How Scientists Got Climate Change So Wrong
Tells how scientists grossly underestimated climate change and what would have been considered fringe science is now the norm. Here are some quotes:
Had a scientist in the early 1990s suggested that within 25 years a single heat wave would measurably raise sea levels, at an estimated two one-hundredths of an inch, bake the Arctic and produce Sahara-like temperatures in Paris and Berlin, the prediction would have been dismissed as alarmist. But many worst-case scenarios from that time are now realities.
Were the ice sheets of Greenland and Antarctica to melt, sea levels would rise by an estimated 225 feet worldwide. Few expect that to happen anytime soon. But those ice sheets now look a lot more fragile than they did to the climate change panel in 1995, when it said that little change was expected over the next hundred years.In the years since, data has shown that both Greenland and Antarctica have been shedding ice far more rapidly than anticipated. Ice shelves, which are floating extensions of land ice, hold back glaciers from sliding into the sea and eventually melting. In the early 2000s, ice shelves began disintegrating in several parts of Antarctica, and scientists realized that process could greatly accelerate the demise of the vastly larger ice sheets themselves. And some major glaciers are dumping ice directly into the ocean.
Even if scientists end up having lowballed their latest assessments of the consequences of the greenhouse gases we continue to emit into the atmosphere, their predictions are dire enough. But the Trump administration has made its posture toward climate change abundantly clear: Bring it on!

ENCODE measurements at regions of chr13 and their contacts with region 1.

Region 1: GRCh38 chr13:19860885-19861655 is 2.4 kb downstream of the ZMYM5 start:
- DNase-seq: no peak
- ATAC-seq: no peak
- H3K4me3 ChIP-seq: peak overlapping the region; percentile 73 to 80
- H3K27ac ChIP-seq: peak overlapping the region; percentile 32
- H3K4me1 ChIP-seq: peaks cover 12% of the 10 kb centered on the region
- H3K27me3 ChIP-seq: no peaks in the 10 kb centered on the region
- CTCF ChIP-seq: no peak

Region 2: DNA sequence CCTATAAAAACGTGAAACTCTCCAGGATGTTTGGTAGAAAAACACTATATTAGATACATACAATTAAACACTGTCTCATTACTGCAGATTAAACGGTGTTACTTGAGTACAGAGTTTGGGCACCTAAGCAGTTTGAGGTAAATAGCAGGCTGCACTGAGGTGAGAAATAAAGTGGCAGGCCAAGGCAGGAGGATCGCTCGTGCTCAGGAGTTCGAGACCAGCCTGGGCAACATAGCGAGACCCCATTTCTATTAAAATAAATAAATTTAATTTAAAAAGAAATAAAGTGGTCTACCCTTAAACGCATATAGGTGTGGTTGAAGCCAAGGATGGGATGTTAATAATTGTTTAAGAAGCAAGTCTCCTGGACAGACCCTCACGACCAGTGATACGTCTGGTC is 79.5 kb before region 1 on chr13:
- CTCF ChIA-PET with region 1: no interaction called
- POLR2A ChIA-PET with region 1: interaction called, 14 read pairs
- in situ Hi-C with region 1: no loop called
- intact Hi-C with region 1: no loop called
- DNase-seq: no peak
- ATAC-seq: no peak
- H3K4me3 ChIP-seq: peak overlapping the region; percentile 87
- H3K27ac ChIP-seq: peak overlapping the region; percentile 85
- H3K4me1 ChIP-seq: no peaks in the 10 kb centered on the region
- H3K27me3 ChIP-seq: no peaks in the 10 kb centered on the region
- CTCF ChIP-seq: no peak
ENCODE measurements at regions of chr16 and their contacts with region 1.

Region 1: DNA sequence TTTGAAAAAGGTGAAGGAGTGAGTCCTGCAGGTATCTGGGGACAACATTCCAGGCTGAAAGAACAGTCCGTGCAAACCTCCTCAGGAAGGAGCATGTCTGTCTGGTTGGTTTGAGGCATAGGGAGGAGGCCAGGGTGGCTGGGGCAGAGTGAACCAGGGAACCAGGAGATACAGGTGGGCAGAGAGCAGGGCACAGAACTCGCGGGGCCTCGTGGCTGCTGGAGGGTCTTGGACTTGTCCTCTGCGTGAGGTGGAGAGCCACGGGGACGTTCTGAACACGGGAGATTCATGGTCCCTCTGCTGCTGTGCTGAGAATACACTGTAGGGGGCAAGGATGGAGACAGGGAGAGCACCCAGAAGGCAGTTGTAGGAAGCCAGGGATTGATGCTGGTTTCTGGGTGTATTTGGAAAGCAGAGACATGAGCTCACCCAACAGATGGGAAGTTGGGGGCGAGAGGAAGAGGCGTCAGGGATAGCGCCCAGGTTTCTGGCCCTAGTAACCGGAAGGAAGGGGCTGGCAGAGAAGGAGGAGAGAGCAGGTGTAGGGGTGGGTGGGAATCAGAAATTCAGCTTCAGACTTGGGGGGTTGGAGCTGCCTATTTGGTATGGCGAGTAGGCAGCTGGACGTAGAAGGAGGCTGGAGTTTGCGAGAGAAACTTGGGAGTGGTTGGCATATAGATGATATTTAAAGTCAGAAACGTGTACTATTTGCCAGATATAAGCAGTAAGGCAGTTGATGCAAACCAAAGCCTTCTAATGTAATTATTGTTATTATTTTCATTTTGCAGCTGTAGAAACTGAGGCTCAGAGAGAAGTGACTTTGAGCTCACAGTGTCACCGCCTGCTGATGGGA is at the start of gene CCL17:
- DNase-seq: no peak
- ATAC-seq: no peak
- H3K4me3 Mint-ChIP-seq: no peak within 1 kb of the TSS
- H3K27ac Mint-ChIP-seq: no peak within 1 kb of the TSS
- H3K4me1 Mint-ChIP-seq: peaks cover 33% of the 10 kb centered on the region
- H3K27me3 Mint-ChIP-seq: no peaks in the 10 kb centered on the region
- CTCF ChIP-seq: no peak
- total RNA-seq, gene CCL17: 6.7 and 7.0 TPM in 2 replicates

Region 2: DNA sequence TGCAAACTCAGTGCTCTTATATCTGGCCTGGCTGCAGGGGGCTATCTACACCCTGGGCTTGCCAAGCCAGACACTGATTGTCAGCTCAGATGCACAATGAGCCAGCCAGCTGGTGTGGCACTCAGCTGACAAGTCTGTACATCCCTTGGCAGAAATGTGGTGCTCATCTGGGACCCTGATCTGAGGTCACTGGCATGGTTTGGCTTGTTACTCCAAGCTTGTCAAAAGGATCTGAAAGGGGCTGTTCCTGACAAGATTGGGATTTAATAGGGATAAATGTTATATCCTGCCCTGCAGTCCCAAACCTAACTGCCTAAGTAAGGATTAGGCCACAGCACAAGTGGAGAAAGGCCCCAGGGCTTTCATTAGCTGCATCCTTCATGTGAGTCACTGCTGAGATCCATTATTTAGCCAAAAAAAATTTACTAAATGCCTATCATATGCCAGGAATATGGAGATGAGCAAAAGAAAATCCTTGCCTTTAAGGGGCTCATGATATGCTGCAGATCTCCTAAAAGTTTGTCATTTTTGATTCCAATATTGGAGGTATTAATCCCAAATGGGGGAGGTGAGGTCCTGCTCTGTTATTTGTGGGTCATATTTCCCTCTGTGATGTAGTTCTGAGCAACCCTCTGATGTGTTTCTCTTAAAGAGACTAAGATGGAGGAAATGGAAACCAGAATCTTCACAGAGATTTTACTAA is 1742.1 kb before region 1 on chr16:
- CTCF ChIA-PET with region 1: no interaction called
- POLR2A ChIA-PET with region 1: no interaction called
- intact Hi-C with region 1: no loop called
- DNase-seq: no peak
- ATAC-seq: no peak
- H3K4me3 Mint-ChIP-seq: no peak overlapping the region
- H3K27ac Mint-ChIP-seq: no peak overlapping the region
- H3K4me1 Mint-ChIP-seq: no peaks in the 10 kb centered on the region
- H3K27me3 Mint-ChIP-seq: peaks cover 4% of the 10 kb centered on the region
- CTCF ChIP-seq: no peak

It’s already here. And it is going to get worse. A lot worse.
Climate change could end mortgages as we know them
Reporting on the Federal Reserve recent report on climate change's effect on the mortgage market CBS said:
Climate change could punch a hole through the financial system by making 30-year home mortgages — the lifeblood of the American housing market — effectively unobtainable in entire regions across parts of the U.S. That's what the future could look like without policy to address climate change, according to the latest research from the Federal Reserve Bank of San Francisco. The bank is considering these and other risks on Friday in an unprecedented conference on the economics of climate change.
Once lenders and housing investors do start pricing in such risks, "There may be a threat to the availability of the 30-year mortgage in various vulnerable and highly exposed areas," Berman wrote in a recent San Francisco Fed report. He predicts lenders could "blue-line" entire regions where flood risks are high — a reference to redlining, the practice of refusing mortgages to minorities. The result: Entire neighborhoods would empty out, leaving cities unable to shore up their crumbling roads and bridges just as severe weather events become more extreme and more frequent. Home values would fall, potentially depleting the budgets of counties and states.
Lower real estate prices also drag down counties and cities. Because local budgets are reliant on property taxes, even a small drop in home prices can make it harder for a locality to provide basic services, like fixing roads and paying for public education."There is a real possibility that real estate values will be decreasing… just as the real estate tax base is being relied on for funding of new flood mitigation infrastructure," Berman wrote.in other words, the same way inner cities where hollowed out and made ghetto's because of redlining the same could be done to large swaths of America close to the coast, in hot zones and the like.
That's why many who study this issue are calling for governments to plan for what they call the inevitable retreat.Said Cleetus: "My biggest fear, honestly, is that the markets will get out ahead of our policies, and we see a situation where property values do start to decline, and small communities that rely on a lot of property tax revenue won't be able to deal with it."
The conclusion is clears. The news for climate change will continue to get worse, that even the more dire forecasts. Secondly, impact of climate change will continue to morph and affects us in ways previously unimagined.